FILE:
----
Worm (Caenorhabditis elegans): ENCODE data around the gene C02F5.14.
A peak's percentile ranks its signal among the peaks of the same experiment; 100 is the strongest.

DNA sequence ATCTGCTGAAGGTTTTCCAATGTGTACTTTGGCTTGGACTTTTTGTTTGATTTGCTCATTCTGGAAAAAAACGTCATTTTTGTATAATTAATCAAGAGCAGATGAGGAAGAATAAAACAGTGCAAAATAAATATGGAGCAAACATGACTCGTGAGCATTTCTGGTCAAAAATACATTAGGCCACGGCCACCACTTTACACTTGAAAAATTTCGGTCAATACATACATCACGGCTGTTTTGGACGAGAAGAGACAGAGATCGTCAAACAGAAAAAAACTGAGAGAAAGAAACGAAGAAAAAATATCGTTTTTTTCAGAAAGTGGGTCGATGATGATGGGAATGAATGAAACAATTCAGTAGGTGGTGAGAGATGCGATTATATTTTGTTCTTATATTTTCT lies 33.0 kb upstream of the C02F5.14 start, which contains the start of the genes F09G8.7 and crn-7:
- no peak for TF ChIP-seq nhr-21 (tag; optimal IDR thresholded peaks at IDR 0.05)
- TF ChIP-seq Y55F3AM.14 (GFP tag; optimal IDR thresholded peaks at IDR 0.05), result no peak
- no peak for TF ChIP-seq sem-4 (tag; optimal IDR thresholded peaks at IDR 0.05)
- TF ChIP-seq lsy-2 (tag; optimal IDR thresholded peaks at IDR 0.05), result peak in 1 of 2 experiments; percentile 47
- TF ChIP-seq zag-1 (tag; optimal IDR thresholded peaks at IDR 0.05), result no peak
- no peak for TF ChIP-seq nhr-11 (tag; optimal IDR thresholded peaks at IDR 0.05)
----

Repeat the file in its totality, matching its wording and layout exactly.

Worm (Caenorhabditis elegans): ENCODE data around the gene C02F5.14.
A peak's percentile ranks its signal among the peaks of the same experiment; 100 is the strongest.

DNA sequence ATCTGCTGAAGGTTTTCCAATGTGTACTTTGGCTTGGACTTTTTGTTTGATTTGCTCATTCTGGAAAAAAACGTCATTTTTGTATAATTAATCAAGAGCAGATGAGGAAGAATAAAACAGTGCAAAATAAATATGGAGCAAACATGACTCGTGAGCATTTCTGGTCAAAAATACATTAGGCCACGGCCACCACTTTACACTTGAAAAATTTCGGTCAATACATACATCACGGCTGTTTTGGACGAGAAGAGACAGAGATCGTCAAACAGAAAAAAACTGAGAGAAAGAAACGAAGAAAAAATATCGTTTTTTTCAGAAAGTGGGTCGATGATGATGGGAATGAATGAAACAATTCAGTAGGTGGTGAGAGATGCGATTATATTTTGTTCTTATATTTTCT lies 33.0 kb upstream of the C02F5.14 start, which contains the start of the genes F09G8.7 and crn-7:
- no peak for TF ChIP-seq nhr-21 (tag; optimal IDR thresholded peaks at IDR 0.05)
- TF ChIP-seq Y55F3AM.14 (GFP tag; optimal IDR thresholded peaks at IDR 0.05), result no peak
- no peak for TF ChIP-seq sem-4 (tag; optimal IDR thresholded peaks at IDR 0.05)
- TF ChIP-seq lsy-2 (tag; optimal IDR thresholded peaks at IDR 0.05), result peak in 1 of 2 experiments; percentile 47
- TF ChIP-seq zag-1 (tag; optimal IDR thresholded peaks at IDR 0.05), result no peak
- no peak for TF ChIP-seq nhr-11 (tag; optimal IDR thresholded peaks at IDR 0.05)